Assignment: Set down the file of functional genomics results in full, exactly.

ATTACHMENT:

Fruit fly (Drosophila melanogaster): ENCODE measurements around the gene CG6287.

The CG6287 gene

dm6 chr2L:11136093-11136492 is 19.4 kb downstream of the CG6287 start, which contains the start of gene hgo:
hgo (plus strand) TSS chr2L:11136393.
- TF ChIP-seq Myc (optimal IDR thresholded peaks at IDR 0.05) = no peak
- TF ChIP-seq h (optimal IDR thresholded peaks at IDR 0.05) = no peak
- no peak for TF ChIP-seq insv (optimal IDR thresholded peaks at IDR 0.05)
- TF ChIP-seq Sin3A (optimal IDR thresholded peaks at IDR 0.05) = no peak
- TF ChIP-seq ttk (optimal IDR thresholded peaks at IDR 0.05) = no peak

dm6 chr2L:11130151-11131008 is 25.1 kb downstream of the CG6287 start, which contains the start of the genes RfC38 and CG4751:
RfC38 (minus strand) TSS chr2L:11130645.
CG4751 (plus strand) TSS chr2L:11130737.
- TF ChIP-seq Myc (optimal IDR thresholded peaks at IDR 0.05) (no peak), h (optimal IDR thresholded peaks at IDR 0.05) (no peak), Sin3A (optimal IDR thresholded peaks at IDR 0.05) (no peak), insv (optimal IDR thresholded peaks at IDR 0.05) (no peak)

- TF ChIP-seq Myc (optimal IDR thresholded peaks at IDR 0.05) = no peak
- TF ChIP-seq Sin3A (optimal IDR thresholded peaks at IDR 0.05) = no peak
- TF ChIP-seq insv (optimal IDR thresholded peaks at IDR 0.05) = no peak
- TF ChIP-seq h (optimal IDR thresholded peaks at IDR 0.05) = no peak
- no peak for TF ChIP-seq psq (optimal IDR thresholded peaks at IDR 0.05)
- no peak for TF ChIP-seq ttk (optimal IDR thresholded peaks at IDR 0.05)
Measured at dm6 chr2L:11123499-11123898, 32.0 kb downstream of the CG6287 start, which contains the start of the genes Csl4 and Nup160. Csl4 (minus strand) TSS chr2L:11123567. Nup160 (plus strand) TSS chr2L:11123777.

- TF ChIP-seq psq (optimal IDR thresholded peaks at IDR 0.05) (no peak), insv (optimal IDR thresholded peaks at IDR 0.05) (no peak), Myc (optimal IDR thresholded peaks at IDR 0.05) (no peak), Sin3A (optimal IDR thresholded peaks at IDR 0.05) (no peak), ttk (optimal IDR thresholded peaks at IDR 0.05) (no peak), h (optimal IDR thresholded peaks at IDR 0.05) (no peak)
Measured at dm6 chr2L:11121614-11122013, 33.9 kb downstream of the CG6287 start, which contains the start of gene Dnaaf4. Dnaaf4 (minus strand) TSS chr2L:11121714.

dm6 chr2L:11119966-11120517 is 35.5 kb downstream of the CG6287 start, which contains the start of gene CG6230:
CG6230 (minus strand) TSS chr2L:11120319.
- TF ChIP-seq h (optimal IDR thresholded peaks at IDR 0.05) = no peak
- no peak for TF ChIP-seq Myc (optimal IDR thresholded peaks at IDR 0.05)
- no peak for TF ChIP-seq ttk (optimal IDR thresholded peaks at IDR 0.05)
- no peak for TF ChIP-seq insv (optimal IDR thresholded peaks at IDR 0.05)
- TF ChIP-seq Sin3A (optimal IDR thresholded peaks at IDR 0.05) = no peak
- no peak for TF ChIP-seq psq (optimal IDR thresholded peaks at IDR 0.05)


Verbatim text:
Fruit fly (Drosophila melanogaster): ENCODE measurements around the gene CG6287.

The CG6287 gene

dm6 chr2L:11136093-11136492 is 19.4 kb downstream of the CG6287 start, which contains the start of gene hgo:
hgo (plus strand) TSS chr2L:11136393.
- TF ChIP-seq Myc (optimal IDR thresholded peaks at IDR 0.05) = no peak
- TF ChIP-seq h (optimal IDR thresholded peaks at IDR 0.05) = no peak
- no peak for TF ChIP-seq insv (optimal IDR thresholded peaks at IDR 0.05)
- TF ChIP-seq Sin3A (optimal IDR thresholded peaks at IDR 0.05) = no peak
- TF ChIP-seq ttk (optimal IDR thresholded peaks at IDR 0.05) = no peak

dm6 chr2L:11130151-11131008 is 25.1 kb downstream of the CG6287 start, which contains the start of the genes RfC38 and CG4751:
RfC38 (minus strand) TSS chr2L:11130645.
CG4751 (plus strand) TSS chr2L:11130737.
- TF ChIP-seq Myc (optimal IDR thresholded peaks at IDR 0.05) (no peak), h (optimal IDR thresholded peaks at IDR 0.05) (no peak), Sin3A (optimal IDR thresholded peaks at IDR 0.05) (no peak), insv (optimal IDR thresholded peaks at IDR 0.05) (no peak)

- TF ChIP-seq Myc (optimal IDR thresholded peaks at IDR 0.05) = no peak
- TF ChIP-seq Sin3A (optimal IDR thresholded peaks at IDR 0.05) = no peak
- TF ChIP-seq insv (optimal IDR thresholded peaks at IDR 0.05) = no peak
- TF ChIP-seq h (optimal IDR thresholded peaks at IDR 0.05) = no peak
- no peak for TF ChIP-seq psq (optimal IDR thresholded peaks at IDR 0.05)
- no peak for TF ChIP-seq ttk (optimal IDR thresholded peaks at IDR 0.05)
Measured at dm6 chr2L:11123499-11123898, 32.0 kb downstream of the CG6287 start, which contains the start of the genes Csl4 and Nup160. Csl4 (minus strand) TSS chr2L:11123567. Nup160 (plus strand) TSS chr2L:11123777.

- TF ChIP-seq psq (optimal IDR thresholded peaks at IDR 0.05) (no peak), insv (optimal IDR thresholded peaks at IDR 0.05) (no peak), Myc (optimal IDR thresholded peaks at IDR 0.05) (no peak), Sin3A (optimal IDR thresholded peaks at IDR 0.05) (no peak), ttk (optimal IDR thresholded peaks at IDR 0.05) (no peak), h (optimal IDR thresholded peaks at IDR 0.05) (no peak)
Measured at dm6 chr2L:11121614-11122013, 33.9 kb downstream of the CG6287 start, which contains the start of gene Dnaaf4. Dnaaf4 (minus strand) TSS chr2L:11121714.

dm6 chr2L:11119966-11120517 is 35.5 kb downstream of the CG6287 start, which contains the start of gene CG6230:
CG6230 (minus strand) TSS chr2L:11120319.
- TF ChIP-seq h (optimal IDR thresholded peaks at IDR 0.05) = no peak
- no peak for TF ChIP-seq Myc (optimal IDR thresholded peaks at IDR 0.05)
- no peak for TF ChIP-seq ttk (optimal IDR thresholded peaks at IDR 0.05)
- no peak for TF ChIP-seq insv (optimal IDR thresholded peaks at IDR 0.05)
- TF ChIP-seq Sin3A (optimal IDR thresholded peaks at IDR 0.05) = no peak
- no peak for TF ChIP-seq psq (optimal IDR thresholded peaks at IDR 0.05)